The “beautiful and wise account” of Martin Luther King Jr. and Zen Buddhist Thich Nhat Hanh, who “gave greater life to all of us through their remarkable friendship and shared vision of nonviolence” (Joan Halifax, author of Standing at the Edge). The day after Martin Luther King Jr. was assassinated in 1968, Thich Nhat Hanh wrote a heartbroken letter to their mutual friend Raphael Gould. He said: "I did not sleep last night. . . . They killed Martin Luther King. They killed us. I am afraid the root of violence is so deep in the heart and mind and manner of this society. They killed him. They killed my hope. I do not know what to say. . . . He made so great an impression in me. This morning I have the impression that I cannot bear the loss."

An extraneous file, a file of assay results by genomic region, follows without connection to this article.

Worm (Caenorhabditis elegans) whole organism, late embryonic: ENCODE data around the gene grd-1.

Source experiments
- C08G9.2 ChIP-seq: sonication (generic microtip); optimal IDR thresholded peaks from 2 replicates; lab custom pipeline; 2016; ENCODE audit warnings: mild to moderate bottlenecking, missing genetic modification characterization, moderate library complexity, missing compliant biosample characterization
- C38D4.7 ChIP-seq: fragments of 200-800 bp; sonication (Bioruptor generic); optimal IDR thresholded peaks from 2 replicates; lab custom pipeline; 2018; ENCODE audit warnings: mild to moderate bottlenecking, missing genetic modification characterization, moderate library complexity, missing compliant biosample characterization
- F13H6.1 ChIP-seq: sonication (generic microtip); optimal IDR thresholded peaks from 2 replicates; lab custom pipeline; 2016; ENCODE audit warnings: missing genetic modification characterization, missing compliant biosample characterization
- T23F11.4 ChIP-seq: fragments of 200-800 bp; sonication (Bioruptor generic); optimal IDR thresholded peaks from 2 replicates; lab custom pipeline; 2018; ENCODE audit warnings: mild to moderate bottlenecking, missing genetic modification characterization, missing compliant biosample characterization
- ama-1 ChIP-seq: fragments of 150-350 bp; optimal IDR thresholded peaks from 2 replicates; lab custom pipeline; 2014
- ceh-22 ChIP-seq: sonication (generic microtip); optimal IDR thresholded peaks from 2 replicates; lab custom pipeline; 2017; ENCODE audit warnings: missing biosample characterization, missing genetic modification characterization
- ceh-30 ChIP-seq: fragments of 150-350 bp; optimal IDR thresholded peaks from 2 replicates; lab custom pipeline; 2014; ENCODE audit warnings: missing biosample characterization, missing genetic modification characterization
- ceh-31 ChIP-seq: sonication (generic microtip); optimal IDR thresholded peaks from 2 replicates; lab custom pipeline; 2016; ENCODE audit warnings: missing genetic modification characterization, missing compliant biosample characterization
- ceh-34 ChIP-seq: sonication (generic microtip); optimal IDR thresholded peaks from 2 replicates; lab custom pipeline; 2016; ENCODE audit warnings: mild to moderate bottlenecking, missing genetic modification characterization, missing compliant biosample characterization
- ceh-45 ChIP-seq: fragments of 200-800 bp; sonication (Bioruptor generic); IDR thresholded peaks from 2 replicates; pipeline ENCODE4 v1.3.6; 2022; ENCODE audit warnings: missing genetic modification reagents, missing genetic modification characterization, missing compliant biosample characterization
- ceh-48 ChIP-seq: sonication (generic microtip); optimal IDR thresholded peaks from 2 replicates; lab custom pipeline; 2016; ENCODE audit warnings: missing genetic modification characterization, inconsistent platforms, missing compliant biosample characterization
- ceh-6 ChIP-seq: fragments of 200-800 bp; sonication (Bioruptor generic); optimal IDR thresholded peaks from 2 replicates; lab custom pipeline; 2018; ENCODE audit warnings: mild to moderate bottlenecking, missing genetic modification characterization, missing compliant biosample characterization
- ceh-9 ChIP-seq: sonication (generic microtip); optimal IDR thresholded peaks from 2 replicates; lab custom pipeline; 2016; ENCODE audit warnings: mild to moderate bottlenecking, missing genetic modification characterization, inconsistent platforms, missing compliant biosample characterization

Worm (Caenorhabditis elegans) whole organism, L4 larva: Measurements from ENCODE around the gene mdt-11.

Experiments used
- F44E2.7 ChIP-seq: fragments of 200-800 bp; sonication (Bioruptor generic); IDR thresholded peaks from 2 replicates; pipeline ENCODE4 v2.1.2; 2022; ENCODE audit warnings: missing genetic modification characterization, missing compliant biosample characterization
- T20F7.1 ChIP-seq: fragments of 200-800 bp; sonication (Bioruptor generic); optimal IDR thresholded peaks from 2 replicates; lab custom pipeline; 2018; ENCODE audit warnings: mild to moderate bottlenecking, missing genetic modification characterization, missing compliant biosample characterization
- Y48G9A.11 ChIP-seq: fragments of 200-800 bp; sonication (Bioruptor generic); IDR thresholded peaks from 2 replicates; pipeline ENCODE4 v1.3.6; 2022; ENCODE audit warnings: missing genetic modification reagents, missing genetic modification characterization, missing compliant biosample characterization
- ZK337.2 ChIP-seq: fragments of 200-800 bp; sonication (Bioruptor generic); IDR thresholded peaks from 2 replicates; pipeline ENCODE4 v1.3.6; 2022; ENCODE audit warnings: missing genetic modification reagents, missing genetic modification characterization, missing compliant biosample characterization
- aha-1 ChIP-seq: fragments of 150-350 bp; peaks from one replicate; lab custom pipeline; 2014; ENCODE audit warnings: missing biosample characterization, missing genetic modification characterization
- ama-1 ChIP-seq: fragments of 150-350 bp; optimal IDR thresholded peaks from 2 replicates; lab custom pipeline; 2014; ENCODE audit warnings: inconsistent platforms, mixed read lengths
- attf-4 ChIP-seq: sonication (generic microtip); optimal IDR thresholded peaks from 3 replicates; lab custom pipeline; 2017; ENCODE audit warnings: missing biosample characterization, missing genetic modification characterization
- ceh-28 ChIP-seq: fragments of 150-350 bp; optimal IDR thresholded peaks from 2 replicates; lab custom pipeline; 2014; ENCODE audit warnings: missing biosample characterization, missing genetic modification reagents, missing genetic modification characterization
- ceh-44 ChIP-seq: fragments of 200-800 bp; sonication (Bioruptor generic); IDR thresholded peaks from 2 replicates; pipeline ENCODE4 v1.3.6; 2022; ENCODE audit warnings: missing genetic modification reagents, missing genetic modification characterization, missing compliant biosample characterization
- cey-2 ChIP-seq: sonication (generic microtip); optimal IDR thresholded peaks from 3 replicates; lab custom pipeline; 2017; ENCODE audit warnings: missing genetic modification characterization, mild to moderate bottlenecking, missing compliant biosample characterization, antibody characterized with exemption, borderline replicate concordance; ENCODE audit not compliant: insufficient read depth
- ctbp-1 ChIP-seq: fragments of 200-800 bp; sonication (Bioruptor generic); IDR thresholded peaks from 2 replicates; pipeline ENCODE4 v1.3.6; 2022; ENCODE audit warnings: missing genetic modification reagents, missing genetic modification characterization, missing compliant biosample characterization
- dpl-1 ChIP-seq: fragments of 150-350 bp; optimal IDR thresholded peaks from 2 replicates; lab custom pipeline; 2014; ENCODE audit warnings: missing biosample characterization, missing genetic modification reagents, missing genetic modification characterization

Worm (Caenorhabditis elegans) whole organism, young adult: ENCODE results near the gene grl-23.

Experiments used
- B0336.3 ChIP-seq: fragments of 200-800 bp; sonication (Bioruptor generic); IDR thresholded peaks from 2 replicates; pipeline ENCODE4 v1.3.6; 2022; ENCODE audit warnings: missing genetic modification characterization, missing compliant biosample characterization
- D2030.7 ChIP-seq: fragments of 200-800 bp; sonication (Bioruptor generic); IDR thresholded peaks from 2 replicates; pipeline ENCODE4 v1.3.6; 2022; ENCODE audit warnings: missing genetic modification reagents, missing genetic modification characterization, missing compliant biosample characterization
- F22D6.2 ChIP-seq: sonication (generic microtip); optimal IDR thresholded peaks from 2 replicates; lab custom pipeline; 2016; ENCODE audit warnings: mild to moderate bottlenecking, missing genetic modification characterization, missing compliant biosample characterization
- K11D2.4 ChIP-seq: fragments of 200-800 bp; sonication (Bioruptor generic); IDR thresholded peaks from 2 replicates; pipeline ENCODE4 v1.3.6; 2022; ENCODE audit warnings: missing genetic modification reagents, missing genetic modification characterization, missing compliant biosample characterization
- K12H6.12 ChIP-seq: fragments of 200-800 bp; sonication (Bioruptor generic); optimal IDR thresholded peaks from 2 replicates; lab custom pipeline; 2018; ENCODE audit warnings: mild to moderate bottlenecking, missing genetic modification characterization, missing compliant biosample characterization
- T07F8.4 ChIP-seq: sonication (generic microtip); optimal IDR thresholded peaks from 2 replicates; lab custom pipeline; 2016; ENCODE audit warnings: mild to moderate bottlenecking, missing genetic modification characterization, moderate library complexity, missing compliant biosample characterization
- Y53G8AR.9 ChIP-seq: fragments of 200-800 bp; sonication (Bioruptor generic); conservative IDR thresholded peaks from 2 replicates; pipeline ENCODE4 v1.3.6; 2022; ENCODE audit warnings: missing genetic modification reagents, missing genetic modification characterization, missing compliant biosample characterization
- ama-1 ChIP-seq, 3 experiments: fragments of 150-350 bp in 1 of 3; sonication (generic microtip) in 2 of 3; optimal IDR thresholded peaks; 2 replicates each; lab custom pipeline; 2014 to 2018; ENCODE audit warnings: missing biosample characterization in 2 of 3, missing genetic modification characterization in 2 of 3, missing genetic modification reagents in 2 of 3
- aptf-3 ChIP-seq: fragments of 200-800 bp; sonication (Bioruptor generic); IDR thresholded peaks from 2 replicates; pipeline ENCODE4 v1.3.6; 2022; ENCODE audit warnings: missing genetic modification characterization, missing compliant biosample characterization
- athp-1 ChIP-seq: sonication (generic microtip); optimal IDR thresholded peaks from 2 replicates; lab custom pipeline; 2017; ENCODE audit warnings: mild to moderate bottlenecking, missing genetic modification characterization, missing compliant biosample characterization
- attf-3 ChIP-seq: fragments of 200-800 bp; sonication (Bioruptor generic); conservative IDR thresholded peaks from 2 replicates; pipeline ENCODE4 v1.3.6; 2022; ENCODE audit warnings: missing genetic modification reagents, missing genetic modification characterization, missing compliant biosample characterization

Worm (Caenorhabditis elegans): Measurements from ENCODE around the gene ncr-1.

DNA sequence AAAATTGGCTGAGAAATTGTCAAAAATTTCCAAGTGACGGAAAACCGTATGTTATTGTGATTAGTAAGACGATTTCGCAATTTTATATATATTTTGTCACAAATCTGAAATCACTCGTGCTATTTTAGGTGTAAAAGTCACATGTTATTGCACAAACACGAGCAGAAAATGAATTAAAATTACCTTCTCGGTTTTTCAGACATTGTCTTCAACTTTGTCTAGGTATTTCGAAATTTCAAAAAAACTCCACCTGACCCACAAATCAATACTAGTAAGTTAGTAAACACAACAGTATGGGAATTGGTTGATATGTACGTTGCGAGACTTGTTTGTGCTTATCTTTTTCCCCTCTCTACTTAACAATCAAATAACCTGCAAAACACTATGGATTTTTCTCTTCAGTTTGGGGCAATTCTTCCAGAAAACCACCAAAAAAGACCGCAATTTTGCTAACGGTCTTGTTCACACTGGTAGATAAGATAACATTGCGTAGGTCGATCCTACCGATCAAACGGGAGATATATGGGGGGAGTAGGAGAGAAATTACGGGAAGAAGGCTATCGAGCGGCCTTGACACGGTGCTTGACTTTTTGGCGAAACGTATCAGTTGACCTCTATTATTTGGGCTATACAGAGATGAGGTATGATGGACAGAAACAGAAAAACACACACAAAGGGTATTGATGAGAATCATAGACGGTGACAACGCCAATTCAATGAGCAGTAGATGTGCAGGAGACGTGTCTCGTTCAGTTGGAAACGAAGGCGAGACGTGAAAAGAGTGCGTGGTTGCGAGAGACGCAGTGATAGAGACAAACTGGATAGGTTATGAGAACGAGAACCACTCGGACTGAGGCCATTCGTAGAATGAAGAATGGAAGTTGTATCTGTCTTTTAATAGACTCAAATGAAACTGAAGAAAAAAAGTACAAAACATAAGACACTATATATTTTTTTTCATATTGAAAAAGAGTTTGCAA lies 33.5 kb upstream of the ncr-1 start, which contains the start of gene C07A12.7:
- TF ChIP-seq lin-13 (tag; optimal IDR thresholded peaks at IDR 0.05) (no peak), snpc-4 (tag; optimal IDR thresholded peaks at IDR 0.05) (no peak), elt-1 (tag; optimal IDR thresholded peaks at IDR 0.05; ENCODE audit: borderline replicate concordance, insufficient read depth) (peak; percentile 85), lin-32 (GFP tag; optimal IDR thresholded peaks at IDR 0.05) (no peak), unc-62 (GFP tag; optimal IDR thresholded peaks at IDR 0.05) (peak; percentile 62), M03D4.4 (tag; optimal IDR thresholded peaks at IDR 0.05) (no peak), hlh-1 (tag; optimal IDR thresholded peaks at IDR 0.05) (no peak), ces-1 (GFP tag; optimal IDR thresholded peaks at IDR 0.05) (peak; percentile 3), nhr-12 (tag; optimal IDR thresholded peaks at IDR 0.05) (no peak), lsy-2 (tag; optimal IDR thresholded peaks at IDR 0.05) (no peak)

Only a few years earlier, Thich Nhat Hanh wrote an open letter to Martin Luther King Jr. as part of his effort to raise awareness and bring peace in Vietnam. There was an unexpected outcome of Nhat Hanh's letter to King: The two men met in 1966 and 1967 and became not only allies in the peace movement, but friends. This friendship between two prophetic figures from different religions and cultures, from countries at war with one another, reached a great depth in a short period of time. Dr. King nominated Thich Nhat Hanh for the Nobel Peace Prize in 1967. He wrote: "Thich Nhat Hanh is a holy man, for he is humble and devout. He is a scholar of immense intellectual capacity. His ideas for peace, if applied, would build a monument to ecumenism, to world brotherhood, to humanity." The two men bonded over a vision of the Beloved Community: a vision described recently by Congressman John Lewis as "a nation and world society at peace with itself." It was a concept each knew of because of their membership within the Fellowship of Reconciliation, an international peace organization, and that Martin Luther King Jr. had been popularizing through his work for some time. Thich Nhat Hanh, Andrus shows, took the lineage of the Beloved Community from King and carried it on after his death.